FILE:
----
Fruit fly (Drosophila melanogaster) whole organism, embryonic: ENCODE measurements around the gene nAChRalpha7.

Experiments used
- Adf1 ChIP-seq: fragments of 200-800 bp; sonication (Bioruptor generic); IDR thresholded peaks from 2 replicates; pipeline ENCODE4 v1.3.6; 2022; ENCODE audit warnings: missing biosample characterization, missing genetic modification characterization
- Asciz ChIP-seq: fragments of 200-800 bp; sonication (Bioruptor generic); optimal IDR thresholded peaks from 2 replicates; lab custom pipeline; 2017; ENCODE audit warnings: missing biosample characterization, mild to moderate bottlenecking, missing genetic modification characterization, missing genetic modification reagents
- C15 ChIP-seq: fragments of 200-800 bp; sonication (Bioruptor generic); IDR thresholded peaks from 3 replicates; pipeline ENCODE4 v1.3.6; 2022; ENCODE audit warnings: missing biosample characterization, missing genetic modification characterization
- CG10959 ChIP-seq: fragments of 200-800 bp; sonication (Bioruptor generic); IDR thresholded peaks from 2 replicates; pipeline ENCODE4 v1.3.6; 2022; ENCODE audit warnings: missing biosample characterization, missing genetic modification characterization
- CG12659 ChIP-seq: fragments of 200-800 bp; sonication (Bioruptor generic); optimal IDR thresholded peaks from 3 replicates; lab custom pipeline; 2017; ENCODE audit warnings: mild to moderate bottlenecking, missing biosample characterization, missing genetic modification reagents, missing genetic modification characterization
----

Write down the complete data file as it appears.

Fruit fly (Drosophila melanogaster) whole organism, embryonic: ENCODE measurements around the gene nAChRalpha7.

Experiments used
- Adf1 ChIP-seq: fragments of 200-800 bp; sonication (Bioruptor generic); IDR thresholded peaks from 2 replicates; pipeline ENCODE4 v1.3.6; 2022; ENCODE audit warnings: missing biosample characterization, missing genetic modification characterization
- Asciz ChIP-seq: fragments of 200-800 bp; sonication (Bioruptor generic); optimal IDR thresholded peaks from 2 replicates; lab custom pipeline; 2017; ENCODE audit warnings: missing biosample characterization, mild to moderate bottlenecking, missing genetic modification characterization, missing genetic modification reagents
- C15 ChIP-seq: fragments of 200-800 bp; sonication (Bioruptor generic); IDR thresholded peaks from 3 replicates; pipeline ENCODE4 v1.3.6; 2022; ENCODE audit warnings: missing biosample characterization, missing genetic modification characterization
- CG10959 ChIP-seq: fragments of 200-800 bp; sonication (Bioruptor generic); IDR thresholded peaks from 2 replicates; pipeline ENCODE4 v1.3.6; 2022; ENCODE audit warnings: missing biosample characterization, missing genetic modification characterization
- CG12659 ChIP-seq: fragments of 200-800 bp; sonication (Bioruptor generic); optimal IDR thresholded peaks from 3 replicates; lab custom pipeline; 2017; ENCODE audit warnings: mild to moderate bottlenecking, missing biosample characterization, missing genetic modification reagents, missing genetic modification characterization